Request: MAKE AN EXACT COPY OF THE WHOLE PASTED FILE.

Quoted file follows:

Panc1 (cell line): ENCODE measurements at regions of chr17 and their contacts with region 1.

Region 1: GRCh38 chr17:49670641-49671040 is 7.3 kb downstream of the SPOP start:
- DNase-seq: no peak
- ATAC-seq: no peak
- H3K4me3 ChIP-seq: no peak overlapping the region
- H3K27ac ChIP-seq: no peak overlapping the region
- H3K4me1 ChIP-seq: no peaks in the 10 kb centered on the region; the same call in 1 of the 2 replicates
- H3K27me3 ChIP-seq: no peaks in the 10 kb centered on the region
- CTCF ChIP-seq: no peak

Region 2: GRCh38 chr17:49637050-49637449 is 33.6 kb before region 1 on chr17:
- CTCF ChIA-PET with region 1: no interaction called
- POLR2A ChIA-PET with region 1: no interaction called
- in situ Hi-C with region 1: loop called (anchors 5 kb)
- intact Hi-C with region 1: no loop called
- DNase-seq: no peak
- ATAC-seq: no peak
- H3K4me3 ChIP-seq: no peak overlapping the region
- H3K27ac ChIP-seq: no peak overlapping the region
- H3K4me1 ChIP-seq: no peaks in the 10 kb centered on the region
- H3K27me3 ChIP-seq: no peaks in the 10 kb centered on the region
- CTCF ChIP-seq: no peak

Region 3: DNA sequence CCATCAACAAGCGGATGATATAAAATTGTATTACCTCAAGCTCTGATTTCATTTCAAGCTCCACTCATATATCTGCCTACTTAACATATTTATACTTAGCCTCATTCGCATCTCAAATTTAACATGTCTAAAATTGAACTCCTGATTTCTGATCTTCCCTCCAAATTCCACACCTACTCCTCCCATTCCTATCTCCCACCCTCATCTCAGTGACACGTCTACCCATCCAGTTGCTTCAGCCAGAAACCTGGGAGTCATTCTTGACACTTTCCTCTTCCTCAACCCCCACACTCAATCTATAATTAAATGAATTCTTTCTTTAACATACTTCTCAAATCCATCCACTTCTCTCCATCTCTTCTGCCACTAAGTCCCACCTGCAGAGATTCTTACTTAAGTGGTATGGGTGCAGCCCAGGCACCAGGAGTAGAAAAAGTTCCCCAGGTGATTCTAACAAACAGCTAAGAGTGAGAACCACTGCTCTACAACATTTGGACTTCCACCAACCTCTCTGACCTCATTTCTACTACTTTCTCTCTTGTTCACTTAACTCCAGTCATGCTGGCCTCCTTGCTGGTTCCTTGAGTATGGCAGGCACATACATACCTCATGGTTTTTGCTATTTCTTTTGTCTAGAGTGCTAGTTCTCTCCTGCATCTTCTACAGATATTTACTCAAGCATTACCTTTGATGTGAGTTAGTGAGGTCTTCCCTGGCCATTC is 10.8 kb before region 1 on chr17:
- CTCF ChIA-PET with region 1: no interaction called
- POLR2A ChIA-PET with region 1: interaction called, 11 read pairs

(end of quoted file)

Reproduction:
Panc1 (cell line): ENCODE measurements at regions of chr17 and their contacts with region 1.

Region 1: GRCh38 chr17:49670641-49671040 is 7.3 kb downstream of the SPOP start:
- DNase-seq: no peak
- ATAC-seq: no peak
- H3K4me3 ChIP-seq: no peak overlapping the region
- H3K27ac ChIP-seq: no peak overlapping the region
- H3K4me1 ChIP-seq: no peaks in the 10 kb centered on the region; the same call in 1 of the 2 replicates
- H3K27me3 ChIP-seq: no peaks in the 10 kb centered on the region
- CTCF ChIP-seq: no peak

Region 2: GRCh38 chr17:49637050-49637449 is 33.6 kb before region 1 on chr17:
- CTCF ChIA-PET with region 1: no interaction called
- POLR2A ChIA-PET with region 1: no interaction called
- in situ Hi-C with region 1: loop called (anchors 5 kb)
- intact Hi-C with region 1: no loop called
- DNase-seq: no peak
- ATAC-seq: no peak
- H3K4me3 ChIP-seq: no peak overlapping the region
- H3K27ac ChIP-seq: no peak overlapping the region
- H3K4me1 ChIP-seq: no peaks in the 10 kb centered on the region
- H3K27me3 ChIP-seq: no peaks in the 10 kb centered on the region
- CTCF ChIP-seq: no peak

Region 3: DNA sequence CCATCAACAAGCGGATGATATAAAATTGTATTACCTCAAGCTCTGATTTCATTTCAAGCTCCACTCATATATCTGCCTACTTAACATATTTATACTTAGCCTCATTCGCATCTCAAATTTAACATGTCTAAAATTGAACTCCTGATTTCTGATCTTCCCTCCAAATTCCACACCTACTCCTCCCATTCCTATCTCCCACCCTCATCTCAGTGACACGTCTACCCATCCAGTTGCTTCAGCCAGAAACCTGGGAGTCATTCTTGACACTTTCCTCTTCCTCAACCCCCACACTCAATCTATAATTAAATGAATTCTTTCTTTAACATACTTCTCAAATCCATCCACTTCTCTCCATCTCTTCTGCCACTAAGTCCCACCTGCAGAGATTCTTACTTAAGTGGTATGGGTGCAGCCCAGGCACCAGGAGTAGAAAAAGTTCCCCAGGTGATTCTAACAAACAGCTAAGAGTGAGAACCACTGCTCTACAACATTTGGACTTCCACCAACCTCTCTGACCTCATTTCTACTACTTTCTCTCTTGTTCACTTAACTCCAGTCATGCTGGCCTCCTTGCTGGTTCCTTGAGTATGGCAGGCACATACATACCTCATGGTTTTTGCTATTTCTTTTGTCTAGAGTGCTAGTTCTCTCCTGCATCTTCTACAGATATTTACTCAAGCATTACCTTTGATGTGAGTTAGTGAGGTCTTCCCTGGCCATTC is 10.8 kb before region 1 on chr17:
- CTCF ChIA-PET with region 1: no interaction called
- POLR2A ChIA-PET with region 1: interaction called, 11 read pairs